There are times when I’m glad I started blogging so early. In this case it meant I was on Twitter when Rebecca Skloot started talking about the book she’d written. I didn’t get around to buying in 2010 when it was published and that is my regret. But while we were on holiday in Shepparton I took five minutes in an op shop and recognised the book immediately. It promptly became mine and I was very excited to read it.
Henrietta Lacks was a young African-American when she was diagnosed with cancer. She was married with children, dedicated to her family, and she was living in segregated America. There was a hospital specially for African-Americans, but it made little difference, treatment for cancer was rudimentary and often didn’t help. She died not knowing she was starting to change medical science.
In those days scientists couldn’t get cells to reproduce for more than a few hours. They harvested some cells from Henrietta Lacks cancer and quickly discovered they reproduced really well. Some of those cells are still alive today. What they didn’t do was ask permission. And although they did ask permission of Henrietta’s husband when she died, they only asked permission to do an autopsy and casually took more cells.
Henrietta Lacks’ cells have continued to live and multiply. They have changed medical science completely. Thanks to her cells we now have a vaccine for polio, gene mapping, and IVF, among other things. But she’s also changed many other things about science including how permission is sought before collection.
This book talks about a few things. It details the story of how Skloot finally tracked down Henrietta Lacks’ family and why they didn’t want to talk to anyone else. They’ve been treated terribly by scientists and the media, it’s entirely due to Skloot’s persistence and interest in sharing the Lacks’ family story correctly that got her interviews with the family. It’s very important all of these details are in this book, we need to know how people feel when we talk about them in public.
There is not enough about Henrietta Lacks as a person. I love reading biographies, learning about the person and their life. But one thing that was really lacking in my reading was biographies about normal people. You know, those people who haven’t done anything big, they’re just average. And that’s Henrietta Lacks. Her cells have done so many big things that sometimes their accomplishments overshadow the person. I was very excited to read about her as a person, but I’d like more. Something I discovered tonight when looking for a listing on Booktopia is that there is a more recent book written about Henrietta. This one is by her grandson. It is now on my wish list and one day will be gracing my bookshelves. If you look at the listing you’ll see Henrietta’s cells on the front cover.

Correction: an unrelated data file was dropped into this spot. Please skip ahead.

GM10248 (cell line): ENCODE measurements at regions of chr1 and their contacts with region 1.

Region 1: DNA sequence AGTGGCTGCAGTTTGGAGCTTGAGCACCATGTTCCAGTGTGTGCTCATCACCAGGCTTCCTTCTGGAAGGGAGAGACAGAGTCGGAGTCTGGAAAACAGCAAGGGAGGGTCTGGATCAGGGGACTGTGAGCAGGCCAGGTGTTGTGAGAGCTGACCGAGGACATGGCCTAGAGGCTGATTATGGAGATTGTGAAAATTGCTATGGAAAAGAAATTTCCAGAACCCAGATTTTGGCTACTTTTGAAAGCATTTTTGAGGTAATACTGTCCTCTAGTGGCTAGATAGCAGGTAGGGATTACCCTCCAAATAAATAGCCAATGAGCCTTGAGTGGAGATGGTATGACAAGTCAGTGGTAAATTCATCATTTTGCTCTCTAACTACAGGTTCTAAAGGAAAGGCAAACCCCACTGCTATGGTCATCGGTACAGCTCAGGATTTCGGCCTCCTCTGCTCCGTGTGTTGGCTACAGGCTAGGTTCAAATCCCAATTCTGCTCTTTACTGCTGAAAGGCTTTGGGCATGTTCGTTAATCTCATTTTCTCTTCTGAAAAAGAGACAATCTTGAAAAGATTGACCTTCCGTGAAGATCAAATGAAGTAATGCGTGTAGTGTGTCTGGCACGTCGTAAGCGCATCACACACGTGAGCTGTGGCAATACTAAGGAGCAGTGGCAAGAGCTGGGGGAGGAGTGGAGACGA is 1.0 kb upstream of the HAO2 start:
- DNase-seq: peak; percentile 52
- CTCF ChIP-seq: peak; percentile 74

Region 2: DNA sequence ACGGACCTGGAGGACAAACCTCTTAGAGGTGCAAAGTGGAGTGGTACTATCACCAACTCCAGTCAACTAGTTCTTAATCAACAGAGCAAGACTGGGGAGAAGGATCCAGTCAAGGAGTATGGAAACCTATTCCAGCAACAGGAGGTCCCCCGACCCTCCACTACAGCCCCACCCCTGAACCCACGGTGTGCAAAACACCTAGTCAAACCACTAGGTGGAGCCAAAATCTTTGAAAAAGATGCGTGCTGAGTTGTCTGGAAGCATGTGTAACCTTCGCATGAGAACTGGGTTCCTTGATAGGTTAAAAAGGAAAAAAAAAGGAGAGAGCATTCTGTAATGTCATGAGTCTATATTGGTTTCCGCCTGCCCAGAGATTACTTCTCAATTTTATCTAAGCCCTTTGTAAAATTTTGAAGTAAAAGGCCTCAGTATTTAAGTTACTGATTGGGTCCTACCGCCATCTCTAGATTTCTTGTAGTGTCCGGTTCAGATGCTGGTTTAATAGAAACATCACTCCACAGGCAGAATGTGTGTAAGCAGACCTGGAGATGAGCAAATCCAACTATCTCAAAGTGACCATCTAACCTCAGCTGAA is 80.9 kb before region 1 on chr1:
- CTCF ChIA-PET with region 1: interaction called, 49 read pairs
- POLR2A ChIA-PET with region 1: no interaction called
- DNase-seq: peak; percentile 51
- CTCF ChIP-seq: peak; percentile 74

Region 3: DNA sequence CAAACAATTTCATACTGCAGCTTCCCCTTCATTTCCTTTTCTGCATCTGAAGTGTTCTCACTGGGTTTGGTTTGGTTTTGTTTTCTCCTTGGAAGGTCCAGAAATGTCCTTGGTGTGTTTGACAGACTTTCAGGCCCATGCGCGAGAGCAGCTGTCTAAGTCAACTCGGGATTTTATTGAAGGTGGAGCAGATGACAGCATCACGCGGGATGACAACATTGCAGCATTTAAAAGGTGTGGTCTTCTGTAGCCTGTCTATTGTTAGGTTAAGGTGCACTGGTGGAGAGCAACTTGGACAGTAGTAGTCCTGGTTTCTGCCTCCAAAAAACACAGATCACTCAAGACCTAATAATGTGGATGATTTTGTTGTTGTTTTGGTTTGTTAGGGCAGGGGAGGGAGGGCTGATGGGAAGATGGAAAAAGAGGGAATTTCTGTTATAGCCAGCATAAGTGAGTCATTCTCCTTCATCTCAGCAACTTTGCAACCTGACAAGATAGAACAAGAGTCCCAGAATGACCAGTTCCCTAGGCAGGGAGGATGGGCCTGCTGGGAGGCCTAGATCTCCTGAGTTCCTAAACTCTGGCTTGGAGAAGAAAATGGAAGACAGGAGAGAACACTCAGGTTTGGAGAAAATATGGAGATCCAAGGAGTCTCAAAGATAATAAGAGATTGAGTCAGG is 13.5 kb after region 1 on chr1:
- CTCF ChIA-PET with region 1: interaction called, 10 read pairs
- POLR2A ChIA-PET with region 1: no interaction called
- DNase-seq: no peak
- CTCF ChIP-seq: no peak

Also in this book is how appallingly medical science have treated not just Henrietta Lacks, but also her family. One of those medical interactions was a miscommunication. The young medical person had little English and didn’t understand how to ask for blood. She gave the impression that the blood she’d be taking from Henrietta’s children would be analysed to see if they had cancer, rather than being taken for further research. This has changed, now they have to be more precise when asking for blood and explain what it’s for. In those days they didn’t and African-Americans got the thin end of the stick and weren’t able to stick up for their rights. One other thing is that the cells were labelled HeLa and the name associated with those letters became Helen Lane. It’s a gross breach of her rights. This mislabelling was eventually corrected.
I really enjoyed reading about Henrietta Lacks, the person. I loved finding out her dedication to family. She had some family members move to her area. She made them stay with her (and her family) while they found their feet. She even took them around on public transport until they knew their way around. That sort of dedication to family is something I loved reading about. I’d love to find out more about her, as there was a lot I felt to be missing from this book.
I thoroughly recommend this book. Yes, there is a lot of science in it and I didn’t always understand it, but the problem is me and not the book. It’s a good read and I often found it hard to put down, often reading far later than I should have…sleep is still important. If you’d like to look at the book you can find it here.